Euthanasia is not something one turns to

Here's what I experienced with family or friends at end of life. Euthanasia was not something one turned to, but instead, at the end, to be with family and loved ones.

My mother-in-law died of cancer fifteen years ago in Toronto in a hospital. She suffered very much due to the cancer. Near her end, she experienced a tremendous burning sensation going through her and began throwing up feces. Her thoughts (up to the end) were of her two sons (one (not married) lived in Toronto and my husband who was hurrying from Montreal to be with her) of me and the grandchildren. She was given morphine and ice to sooth the fire inside her. She died in my arms. This meant a great deal to me because I considered her my mother (since my mother did not live in Canada) and when we were alone together, that was when she died.

My daughter-in-law's grandmother died a couple of days after Thanksgiving last year in Longueil. My daughter-in-law suffered an abusive upbringing which only ended when her grandmother got to know the situation and cared for her. Last year, this wonderful lady who was now in her mid 70's, had been paralyzed for fifteen years, suffered from Alzheimer's, was healing from a previous fall, fell out of bed and broke a large percentage of the bones in her body. As it was described to me, this fall had rendered her body like a bag of jello. This time there was no hope of healing. She remained in the Home for the elderly. She was given morphine. Breathing and every move she made was excruciating and unfortunately, the nurses did not come regularly to administer morphine, which left the grandmother in agony screaming and my daughter-in-law ran from one floor to another looking for nurses to give the morphine to her grandmother. The grandmother refused to give up even though she screamed for death in those moments. She fought to stay alive because she did not want her granddaughter to feel abandoned by her grandmother and she told my daughter-in-law that she would never abandon her. They also had the time to mend any disagreements. Following her grandmother's death, my daughter-in-law is able to reach out to others in a better way. Had quality care been available, the grandmother would not have suffered at the end of her life.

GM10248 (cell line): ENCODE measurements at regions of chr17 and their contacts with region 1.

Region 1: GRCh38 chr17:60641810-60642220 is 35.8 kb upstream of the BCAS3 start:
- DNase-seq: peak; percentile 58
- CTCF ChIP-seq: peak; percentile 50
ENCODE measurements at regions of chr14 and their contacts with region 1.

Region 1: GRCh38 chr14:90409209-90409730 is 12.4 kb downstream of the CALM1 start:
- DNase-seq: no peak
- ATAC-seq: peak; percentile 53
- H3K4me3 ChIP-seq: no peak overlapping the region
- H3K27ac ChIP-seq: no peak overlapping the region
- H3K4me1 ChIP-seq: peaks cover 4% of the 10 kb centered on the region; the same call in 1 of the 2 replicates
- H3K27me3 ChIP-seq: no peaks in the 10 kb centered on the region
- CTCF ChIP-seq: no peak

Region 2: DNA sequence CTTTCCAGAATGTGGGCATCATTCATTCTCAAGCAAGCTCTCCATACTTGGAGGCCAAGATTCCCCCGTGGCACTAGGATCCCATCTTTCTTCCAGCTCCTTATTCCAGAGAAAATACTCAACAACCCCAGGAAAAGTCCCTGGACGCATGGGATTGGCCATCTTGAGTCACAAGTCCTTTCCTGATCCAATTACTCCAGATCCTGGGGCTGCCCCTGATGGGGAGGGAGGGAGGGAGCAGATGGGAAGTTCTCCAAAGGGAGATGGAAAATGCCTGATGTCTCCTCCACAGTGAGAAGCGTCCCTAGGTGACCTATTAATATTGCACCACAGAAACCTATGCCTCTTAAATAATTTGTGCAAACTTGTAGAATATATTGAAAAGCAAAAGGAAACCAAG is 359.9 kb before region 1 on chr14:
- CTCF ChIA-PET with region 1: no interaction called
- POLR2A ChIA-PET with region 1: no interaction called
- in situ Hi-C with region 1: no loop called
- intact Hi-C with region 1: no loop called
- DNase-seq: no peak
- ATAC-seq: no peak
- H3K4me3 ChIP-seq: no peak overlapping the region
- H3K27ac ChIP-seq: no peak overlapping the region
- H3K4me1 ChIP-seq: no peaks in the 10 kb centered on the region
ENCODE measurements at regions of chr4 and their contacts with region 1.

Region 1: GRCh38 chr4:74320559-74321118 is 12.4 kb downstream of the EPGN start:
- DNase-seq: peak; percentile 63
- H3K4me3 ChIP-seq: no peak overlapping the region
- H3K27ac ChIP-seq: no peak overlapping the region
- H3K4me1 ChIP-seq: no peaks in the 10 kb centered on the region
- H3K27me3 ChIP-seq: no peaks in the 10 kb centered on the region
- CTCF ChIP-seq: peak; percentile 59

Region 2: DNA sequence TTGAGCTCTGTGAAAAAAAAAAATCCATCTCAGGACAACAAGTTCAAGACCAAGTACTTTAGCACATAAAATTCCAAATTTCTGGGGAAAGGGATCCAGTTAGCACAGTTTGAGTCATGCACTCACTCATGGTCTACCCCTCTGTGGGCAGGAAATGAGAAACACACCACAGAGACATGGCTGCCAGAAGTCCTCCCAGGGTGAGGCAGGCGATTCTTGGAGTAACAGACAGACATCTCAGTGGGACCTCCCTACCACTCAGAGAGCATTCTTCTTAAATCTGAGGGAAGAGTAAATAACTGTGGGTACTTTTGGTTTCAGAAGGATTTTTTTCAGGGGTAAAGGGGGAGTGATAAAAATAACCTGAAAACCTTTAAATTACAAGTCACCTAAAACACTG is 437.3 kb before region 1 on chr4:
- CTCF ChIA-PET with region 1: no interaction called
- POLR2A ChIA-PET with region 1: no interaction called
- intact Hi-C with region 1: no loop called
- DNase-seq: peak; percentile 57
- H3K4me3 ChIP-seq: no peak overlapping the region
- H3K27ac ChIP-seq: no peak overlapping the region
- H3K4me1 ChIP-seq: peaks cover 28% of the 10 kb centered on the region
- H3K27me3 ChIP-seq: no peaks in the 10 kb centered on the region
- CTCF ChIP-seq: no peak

Before I knew my daughter-in-law, she had a situation which left her in a coma. Her mother asked the doctor to pull the plug on her daughter. At that time it was illegal for doctors to do so and they told her they would not do so. My daughter-in-law was in a coma for three months.

I am extremely opposed to euthanasia ('assisted suicide', 'medical aid in dying') under ANY circumstances. I strongly believe that life must be respected from the moment of conception to the moment of natural death. I recommend that our government provide province-wide funding for extended palliative care, allowing everyone to die with dignity..

Respectfully, Agnes Gucciardo